Film

Review: Aiming to Inspire, Troop Zero is Far Too Twee

Jim Gaffigan has no fewer than nine credits to his name for 2019, from the beautifully rendered Light From Light to a voice role in Playmobil: The Movie, one of the year’s biggest flops. Somewhere in between is Troop Zero, a direct-to-Amazon Prime feature film about a young girl named Christmas (McKenna Grace, I, Tonya) who grows up fast one summer in small-town, 1977 Georgia when she joins a fictional scout group with her fellow misfits.

Gaffigan is Ramsey, Christmas’s over-the-top Southern lawyer of a father who’d go to the ends of the Earth for his little girl since her mother died, if only he knew the first place to begin. His office assistant Miss Rayleen (Viola Davis) keeps him on track, and is eventually conscripted to lead the troop of Birdies, as they’re called in the film, when Christmas assembles the group of cast-offs that aren’t welcome as part of the picture perfect troop led by Miss Massey (Allison Janney).

Christmas and her friends set about to earn Birdie merit badges in hobbies like camping, baking and more, leading to a series of montages that make a significant portion of the film feel like one big compilation shot. But it’s all in an effort to make their way to the Birdie Jamboree talent show where (for some reason?) NASA is going to give the winning troop the chance to record a message to send into space. Still grieving from her mother’s death, Christmas is obsessed with outer space and what lies beyond our knowledge, so she’s determined to win this prize of all prizes.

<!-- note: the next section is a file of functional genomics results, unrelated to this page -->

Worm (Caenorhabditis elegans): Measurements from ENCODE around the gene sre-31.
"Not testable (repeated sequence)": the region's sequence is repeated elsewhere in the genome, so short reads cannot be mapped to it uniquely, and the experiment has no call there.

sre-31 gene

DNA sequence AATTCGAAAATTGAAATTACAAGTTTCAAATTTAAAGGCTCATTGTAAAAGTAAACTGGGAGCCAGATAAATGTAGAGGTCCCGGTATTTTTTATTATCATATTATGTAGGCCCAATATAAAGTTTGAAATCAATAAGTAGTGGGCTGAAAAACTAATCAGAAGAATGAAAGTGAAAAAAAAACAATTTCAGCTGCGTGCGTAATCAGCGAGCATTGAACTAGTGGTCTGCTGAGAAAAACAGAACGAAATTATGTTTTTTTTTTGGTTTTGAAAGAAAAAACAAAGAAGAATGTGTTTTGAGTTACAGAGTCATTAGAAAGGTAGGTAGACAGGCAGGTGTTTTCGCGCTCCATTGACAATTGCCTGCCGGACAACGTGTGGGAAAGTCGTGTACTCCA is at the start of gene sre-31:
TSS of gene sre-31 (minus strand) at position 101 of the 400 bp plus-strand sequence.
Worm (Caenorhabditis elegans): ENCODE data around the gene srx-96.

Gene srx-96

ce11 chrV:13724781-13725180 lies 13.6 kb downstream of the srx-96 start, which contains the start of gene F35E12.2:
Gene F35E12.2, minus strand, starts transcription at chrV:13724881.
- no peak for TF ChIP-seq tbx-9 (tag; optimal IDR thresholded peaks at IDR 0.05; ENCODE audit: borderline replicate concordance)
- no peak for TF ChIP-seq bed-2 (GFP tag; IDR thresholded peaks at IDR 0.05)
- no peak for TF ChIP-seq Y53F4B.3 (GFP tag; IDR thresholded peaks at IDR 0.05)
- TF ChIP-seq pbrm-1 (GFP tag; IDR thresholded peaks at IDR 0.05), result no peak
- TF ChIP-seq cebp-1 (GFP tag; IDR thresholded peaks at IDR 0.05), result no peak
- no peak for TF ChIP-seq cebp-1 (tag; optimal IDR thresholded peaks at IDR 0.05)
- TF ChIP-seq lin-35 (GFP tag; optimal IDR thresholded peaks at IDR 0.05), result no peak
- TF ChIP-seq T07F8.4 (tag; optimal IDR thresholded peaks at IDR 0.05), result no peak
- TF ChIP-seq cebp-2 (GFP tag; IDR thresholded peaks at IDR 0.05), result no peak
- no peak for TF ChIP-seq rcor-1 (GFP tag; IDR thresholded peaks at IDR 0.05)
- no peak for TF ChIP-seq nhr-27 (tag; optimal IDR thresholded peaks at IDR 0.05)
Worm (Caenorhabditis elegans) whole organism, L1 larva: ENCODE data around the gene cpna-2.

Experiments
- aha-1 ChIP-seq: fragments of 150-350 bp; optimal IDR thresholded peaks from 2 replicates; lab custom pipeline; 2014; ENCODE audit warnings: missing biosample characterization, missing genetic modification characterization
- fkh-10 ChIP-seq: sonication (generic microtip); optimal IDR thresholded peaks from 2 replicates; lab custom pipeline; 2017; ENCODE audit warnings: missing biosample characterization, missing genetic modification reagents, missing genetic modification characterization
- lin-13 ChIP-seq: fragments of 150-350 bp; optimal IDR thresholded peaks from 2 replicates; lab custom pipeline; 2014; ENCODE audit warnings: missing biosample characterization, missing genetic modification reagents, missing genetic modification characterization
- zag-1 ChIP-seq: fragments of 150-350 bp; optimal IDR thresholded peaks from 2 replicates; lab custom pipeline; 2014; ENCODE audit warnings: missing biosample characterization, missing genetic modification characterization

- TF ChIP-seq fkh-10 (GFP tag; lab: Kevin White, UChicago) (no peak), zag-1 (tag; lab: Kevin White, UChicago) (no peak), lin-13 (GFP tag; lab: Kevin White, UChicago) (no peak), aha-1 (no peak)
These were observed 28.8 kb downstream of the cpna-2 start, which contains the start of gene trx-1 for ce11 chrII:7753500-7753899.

Troop Zero isn’t without its charms, among them the characteristically strong performances from Gaffigan, Janney and above all Davis. Even when they’re chewing up a scene in their exaggerated Southern drawls, each is dutifully sincere in delivering sometimes flat lines of dialogue. The wannabe Wes Anderson aesthetic works, too, as filmmaking duo Bert & Bertie (Katie Ellwood and Amber Templemore-Finlayson) create a late-1970s that’s bright and quirky. Unfortunately, the story by Lucy Alibar (a co-writer on 2012’s Beasts of the Southern Wild) tries so hard to be endearing, it annoys. From the excessive montages to the troop’s botched talent show performance, one can certainly see where the film is trying to go, with its pop culture references and be-yourself message. But just as it earns a modicum of goodwill, it squanders it on predictable plot points and overly twee intentions.

Unlike many of their other offerings, Amazon has chosen not to send Troop Zero to theaters, and it’s a wise choice; perfectly harmless for a night in, the film is probably best suited for a movie night selection for a tween’s slumber party, perhaps the only audience who’ll happily soak up its saccharine themes.

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